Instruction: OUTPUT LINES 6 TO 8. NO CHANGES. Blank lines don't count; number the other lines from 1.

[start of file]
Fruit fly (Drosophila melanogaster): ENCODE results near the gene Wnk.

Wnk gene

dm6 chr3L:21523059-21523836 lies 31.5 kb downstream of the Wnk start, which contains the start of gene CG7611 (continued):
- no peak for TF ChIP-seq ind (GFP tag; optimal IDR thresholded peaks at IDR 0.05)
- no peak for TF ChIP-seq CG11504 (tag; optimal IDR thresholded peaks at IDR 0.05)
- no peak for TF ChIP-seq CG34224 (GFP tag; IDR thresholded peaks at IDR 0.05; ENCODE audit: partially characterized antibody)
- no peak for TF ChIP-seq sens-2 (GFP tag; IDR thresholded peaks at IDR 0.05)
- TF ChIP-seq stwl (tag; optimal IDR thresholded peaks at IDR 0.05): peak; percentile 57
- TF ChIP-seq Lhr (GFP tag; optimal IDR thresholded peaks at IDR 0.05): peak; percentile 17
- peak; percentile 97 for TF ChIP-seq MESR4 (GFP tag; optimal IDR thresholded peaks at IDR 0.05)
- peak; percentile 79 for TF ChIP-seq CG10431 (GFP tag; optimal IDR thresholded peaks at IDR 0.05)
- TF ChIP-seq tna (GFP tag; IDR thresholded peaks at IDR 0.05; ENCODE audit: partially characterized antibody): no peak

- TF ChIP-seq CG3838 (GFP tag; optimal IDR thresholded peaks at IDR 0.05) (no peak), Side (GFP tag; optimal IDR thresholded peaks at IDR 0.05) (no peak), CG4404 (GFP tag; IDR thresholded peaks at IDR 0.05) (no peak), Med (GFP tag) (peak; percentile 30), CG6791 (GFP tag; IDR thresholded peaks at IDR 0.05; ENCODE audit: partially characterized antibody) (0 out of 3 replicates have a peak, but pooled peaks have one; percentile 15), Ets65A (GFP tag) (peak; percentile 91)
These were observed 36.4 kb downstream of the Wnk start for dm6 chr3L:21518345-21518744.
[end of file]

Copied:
- no peak for TF ChIP-seq CG34224 (GFP tag; IDR thresholded peaks at IDR 0.05; ENCODE audit: partially characterized antibody)
- no peak for TF ChIP-seq sens-2 (GFP tag; IDR thresholded peaks at IDR 0.05)
- TF ChIP-seq stwl (tag; optimal IDR thresholded peaks at IDR 0.05): peak; percentile 57